This year, Ukrainians had the opportunity to celebrate winter holidays only thanks to the Armed Forces of Ukraine. These men and women are now at the hot spots of the frontline. However, any army has to rely on a powerful home front: people who are collecting money for sleeping bags and drones, reminding foreigners about the war, and helping fellow citizens on the liberated territories to rebuild their houses.
For 9 months, the Centre of United Actions collected stories about such people in the Person to Person podcast. Here we will tell some of them.
Man from Tajikistan who created an application to help Ukrainians
Nekbakt Zabirov moved to Ukraine in 2019. At that time, he was following the presidential campaign and was impressed that in Ukraine anyone can run for the presidency and be elected without any election fraud. In Tajikistan, he did not see the same.
“No offense to Tajikistan. It is, actually, a nice country. I just did not like its political landscape. Even as a child, I loved freedom. I saw democracy in movies and wanted it in my own country. It was problematic since the politics in Tajikistan is peculiar. At 16, I saved enough money to leave Tajikistan forever. I still never returned there. I visited Valencia, Cyprus, Dublin — many places. I looked for a new home and found it in Ukraine,” says Nek.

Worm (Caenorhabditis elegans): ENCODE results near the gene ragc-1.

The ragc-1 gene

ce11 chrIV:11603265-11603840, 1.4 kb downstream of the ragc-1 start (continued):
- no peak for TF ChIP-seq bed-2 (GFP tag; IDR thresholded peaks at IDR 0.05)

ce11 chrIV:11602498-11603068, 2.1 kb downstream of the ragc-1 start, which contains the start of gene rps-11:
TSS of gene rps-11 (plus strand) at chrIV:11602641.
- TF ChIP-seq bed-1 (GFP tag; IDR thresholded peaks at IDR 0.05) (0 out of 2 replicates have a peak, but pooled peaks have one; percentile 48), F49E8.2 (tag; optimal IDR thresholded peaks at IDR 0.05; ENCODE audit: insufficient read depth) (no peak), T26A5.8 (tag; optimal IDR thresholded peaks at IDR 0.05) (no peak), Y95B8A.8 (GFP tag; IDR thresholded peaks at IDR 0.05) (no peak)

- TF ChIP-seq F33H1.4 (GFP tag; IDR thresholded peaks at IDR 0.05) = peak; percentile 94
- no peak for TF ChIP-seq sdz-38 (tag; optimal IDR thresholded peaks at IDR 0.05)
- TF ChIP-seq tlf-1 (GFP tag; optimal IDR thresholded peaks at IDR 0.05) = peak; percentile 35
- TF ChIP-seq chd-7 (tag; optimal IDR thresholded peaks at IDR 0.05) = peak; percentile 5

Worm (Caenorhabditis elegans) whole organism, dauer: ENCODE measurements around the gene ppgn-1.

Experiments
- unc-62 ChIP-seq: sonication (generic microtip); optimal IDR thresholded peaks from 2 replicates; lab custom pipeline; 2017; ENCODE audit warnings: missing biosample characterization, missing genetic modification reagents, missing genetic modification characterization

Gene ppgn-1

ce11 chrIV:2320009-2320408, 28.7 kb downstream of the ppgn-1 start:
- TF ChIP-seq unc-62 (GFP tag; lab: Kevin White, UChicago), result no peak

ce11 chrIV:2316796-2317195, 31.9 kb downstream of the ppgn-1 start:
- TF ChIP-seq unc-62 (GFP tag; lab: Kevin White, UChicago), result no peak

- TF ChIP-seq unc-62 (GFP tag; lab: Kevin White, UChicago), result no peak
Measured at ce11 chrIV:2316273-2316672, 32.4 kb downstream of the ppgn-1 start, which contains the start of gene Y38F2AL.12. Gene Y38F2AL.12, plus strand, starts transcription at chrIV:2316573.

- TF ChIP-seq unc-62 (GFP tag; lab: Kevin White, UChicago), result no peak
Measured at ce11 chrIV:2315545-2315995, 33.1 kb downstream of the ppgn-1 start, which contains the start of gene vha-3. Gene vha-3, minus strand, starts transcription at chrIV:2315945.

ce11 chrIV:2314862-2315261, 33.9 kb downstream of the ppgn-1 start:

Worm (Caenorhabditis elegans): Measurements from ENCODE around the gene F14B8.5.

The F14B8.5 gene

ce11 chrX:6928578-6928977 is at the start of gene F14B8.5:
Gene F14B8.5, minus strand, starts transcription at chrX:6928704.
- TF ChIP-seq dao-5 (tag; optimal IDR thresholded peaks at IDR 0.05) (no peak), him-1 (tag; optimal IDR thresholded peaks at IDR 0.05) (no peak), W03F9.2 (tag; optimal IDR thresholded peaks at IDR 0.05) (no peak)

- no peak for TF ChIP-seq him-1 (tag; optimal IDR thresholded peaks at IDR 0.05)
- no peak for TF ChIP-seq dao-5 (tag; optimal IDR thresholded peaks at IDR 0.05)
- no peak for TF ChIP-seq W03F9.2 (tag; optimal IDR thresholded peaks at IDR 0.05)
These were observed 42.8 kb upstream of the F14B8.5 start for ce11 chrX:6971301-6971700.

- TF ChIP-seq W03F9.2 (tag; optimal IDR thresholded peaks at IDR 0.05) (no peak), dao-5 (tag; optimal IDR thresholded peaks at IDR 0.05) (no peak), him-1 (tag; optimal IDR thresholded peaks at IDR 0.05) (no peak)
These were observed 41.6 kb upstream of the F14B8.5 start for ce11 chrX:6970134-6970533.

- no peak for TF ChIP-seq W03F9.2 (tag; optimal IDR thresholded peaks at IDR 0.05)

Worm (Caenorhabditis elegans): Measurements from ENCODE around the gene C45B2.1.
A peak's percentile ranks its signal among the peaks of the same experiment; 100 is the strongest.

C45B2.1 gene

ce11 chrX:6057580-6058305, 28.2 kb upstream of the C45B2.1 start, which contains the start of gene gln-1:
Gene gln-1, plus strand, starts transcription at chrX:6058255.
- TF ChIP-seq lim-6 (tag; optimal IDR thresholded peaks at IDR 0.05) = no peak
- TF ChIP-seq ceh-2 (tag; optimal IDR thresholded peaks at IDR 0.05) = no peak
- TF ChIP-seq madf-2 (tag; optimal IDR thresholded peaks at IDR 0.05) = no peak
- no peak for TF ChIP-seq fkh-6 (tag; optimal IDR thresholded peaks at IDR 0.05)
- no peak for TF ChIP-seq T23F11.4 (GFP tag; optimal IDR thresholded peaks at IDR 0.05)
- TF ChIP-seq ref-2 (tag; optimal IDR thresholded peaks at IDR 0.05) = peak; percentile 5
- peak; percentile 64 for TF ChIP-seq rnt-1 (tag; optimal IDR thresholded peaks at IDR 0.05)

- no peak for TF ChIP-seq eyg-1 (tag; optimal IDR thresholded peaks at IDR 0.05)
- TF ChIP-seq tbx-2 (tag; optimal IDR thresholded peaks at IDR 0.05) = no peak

Nekbakt settled in Lviv, learned Ukrainian, got a job. After Russia started a full-scale attack against his new home, he did not stay aside. The man is working at a D2 IT company. After the full-scale invasion, he and his team launched a Handy Friends bot in Telegram and Viber in order to help Ukrainians abroad.
This chatbot provides information about countries where you are now or where you plan to move: get legal advice from other Ukrainians, suggestions about where to find accommodation, recommendations about a kindergarten in a particular city, etc.